Contact with overhead or underground electric lines can have deadly consequences.
Exclusion zones are the minimum safe distance from live power lines to reduce the risk of an electric shock.
Working near powerlines can be fatal. Touching them or straying into the exclusion zone around them can result in a serious electric shock.
If you must work near powerlines, you should follow these steps:
- Develop a safe system of work before you start
- Develop a safe system that ensures a safe distance from powerlines is maintained (stay outside the exclusion zone)
- Identify overhead and underground powerlines by consulting maps and/or talking to the property owner and electrical entity. For Ergon Energy and Energex visit lookupandlive.com.au for your free powerline safety plan.
- Conduct a site specific risk assessment – think about:
- the type of plant and equipment/tools used
- site and weather conditions
- type of work being done
- set-up and pack-up procedures.
- Put risk controls in place – the most effective way of controlling the risk is to de-energise the line for the duration of work where there is a risk of contact.
- Keep your workers and contractors informed about electrical safety
- Induct and train your workers and contractors in safe work procedures, emergency procedures, and exclusion zones (Figure 1).
- Carefully plan the tasks to be completed near powerlines and work away from them whenever possible, not underneath them.
- Show your workers the safe distance from a powerline by marking it on the ground.
- Ensure people are aware that powerlines sag or sway in hot or windy weather (Figure 2).
- Harvesters, elevating work platforms, irrigation pipes, grain augers, elevators, mobile grain silos, cranes, tippers and excavators have the potential to enter exclusion zones. Ensure operators know the height and reach of machinery or hand-held items to be used.
- Avoid going into exclusion zones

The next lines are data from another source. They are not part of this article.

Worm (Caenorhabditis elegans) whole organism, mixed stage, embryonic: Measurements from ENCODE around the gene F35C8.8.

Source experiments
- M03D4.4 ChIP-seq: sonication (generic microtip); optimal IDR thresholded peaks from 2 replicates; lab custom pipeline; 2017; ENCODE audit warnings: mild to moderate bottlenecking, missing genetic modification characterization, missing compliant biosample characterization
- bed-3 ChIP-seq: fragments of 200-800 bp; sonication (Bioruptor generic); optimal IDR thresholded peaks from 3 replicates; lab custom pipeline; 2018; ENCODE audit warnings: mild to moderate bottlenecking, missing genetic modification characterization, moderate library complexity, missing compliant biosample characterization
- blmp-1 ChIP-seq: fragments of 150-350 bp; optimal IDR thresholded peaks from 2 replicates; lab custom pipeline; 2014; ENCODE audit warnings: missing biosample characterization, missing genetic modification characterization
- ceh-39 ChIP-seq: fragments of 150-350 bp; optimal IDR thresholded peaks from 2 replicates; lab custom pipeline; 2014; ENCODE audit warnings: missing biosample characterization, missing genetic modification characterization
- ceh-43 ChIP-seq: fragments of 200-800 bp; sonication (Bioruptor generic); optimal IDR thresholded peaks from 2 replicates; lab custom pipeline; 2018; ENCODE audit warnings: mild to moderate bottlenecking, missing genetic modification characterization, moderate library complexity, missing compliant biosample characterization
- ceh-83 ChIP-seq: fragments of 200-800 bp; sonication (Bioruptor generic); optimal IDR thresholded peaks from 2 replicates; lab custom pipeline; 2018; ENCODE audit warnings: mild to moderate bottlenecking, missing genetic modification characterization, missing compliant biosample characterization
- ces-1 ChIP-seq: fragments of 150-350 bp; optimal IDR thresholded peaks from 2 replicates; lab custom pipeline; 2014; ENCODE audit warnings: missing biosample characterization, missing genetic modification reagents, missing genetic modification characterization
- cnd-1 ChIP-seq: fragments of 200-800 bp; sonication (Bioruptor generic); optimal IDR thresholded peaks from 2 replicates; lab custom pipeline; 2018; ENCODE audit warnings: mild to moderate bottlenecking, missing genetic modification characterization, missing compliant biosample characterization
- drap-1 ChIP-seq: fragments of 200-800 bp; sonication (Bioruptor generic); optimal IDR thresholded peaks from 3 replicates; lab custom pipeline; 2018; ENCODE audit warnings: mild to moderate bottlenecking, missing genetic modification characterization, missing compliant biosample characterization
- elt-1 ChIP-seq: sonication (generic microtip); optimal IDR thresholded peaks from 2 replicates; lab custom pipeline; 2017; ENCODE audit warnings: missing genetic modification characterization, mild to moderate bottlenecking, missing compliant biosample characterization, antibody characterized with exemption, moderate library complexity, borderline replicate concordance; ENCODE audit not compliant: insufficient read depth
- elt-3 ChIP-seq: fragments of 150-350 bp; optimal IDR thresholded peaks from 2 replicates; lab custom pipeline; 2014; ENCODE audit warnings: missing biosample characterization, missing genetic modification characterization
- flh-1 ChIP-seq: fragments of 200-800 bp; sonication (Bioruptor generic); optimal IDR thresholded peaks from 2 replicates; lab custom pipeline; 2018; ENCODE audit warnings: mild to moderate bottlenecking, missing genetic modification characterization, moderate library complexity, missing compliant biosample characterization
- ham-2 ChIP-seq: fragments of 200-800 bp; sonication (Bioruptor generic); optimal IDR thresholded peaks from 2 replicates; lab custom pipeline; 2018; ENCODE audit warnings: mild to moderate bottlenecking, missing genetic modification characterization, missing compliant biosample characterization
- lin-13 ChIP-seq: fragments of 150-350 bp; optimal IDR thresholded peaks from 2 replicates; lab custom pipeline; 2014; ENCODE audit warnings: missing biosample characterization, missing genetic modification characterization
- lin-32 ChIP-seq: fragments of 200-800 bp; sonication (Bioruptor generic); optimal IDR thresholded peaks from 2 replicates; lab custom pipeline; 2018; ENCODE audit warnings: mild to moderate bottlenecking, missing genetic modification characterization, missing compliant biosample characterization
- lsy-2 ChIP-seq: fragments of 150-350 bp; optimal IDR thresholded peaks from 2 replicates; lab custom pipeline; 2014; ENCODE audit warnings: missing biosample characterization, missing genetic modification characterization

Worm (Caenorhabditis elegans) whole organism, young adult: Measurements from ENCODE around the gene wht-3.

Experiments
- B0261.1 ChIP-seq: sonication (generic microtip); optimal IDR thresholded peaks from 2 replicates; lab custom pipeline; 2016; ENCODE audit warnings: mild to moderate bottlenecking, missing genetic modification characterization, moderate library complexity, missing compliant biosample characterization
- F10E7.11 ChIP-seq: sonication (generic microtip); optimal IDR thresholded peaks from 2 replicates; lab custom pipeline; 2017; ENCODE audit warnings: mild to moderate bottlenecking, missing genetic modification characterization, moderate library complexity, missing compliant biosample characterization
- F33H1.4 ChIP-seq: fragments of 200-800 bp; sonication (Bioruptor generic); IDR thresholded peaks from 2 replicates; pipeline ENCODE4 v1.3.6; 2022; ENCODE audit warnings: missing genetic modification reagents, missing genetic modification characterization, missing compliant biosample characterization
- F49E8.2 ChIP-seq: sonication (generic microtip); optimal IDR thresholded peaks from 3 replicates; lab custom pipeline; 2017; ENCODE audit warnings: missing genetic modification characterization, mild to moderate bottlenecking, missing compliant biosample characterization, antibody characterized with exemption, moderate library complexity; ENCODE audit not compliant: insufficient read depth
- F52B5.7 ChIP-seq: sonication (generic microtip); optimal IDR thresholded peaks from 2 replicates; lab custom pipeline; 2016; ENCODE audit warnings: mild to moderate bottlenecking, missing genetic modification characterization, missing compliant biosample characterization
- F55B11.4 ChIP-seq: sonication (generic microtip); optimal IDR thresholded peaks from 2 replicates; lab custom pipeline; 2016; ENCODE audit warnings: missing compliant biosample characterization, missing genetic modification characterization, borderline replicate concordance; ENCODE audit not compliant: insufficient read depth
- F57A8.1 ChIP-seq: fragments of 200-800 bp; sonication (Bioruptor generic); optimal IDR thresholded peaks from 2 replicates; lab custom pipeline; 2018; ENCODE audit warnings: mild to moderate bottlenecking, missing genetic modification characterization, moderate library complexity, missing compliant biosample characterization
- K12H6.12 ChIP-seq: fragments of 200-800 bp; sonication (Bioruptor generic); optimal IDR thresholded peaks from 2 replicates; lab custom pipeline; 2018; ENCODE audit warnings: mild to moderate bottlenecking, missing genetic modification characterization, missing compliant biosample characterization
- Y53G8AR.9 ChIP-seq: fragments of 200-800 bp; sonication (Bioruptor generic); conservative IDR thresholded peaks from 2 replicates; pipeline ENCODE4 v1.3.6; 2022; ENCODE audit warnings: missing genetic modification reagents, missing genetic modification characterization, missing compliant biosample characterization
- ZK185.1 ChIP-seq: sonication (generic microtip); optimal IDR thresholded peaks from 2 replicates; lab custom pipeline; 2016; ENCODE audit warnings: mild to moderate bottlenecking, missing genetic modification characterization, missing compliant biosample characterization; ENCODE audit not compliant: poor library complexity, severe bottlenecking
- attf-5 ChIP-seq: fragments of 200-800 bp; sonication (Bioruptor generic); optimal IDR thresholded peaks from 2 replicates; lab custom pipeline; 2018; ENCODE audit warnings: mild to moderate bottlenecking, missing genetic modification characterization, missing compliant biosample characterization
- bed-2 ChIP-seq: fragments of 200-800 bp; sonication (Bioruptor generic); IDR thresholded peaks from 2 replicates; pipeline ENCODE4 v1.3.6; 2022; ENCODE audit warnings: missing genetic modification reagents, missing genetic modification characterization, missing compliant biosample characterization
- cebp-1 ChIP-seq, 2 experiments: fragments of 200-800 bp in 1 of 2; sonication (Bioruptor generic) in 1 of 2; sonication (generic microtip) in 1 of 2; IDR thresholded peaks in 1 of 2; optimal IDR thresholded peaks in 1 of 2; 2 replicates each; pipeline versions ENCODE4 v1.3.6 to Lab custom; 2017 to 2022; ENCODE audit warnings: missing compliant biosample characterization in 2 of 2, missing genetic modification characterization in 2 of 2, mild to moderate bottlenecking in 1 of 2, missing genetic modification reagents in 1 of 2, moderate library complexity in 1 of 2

- Make powerlines and poles visible. Ask your electrical entity for permission to paint power poles and/or have them install markers or flags on the powerlines.
- Plan your work so tree branches do not fall across powerlines.
- Where possible, use insulated or non-conductive tools and equipment.
- Use a safety observer to make sure you stay well clear of exclusion zones.
- Follow the safety advice you obtain from your electrical entity.
- Although the following are the minimum safe distances, the best way to stay electrically safe is to maintain the greatest possible distance from powerlines.
Power line voltage
(1 kV = 1000 volts)
Up to 132 kV
Low voltage and high voltage powerlines usually on poles
Between 132 kV and 330 kV
High voltage powerlines usually on poles and towers
Over 330 kV
High voltage powerlines usually on towers
The table above does not fully detail exclusion zone dimensions and other requirements. For further information refer to Part 5 of the Electrical Safety Regulation 2013 and the Electrical safety code of practice 2020 - Working near overhead and underground electric lines
(PDF, 476.8 KB) .
Figure 1: Powerline exclusion zones
Figure 2: Powerlines sag or sway in hot or windy weather
Industry specific guides for working near powerlines
- Working safely as an arborist near powerlines (PDF, 1.36 MB)
- Working safely on billboards near powerlines (PDF, 1.41 MB)
- Working safely near powerlines in the rural industry (PDF, 1.87 MB)
- Working safely near powerlines in the construction industry (PDF, 1.04 MB)
- Working safely near powerlines (PDF, 0.8 MB)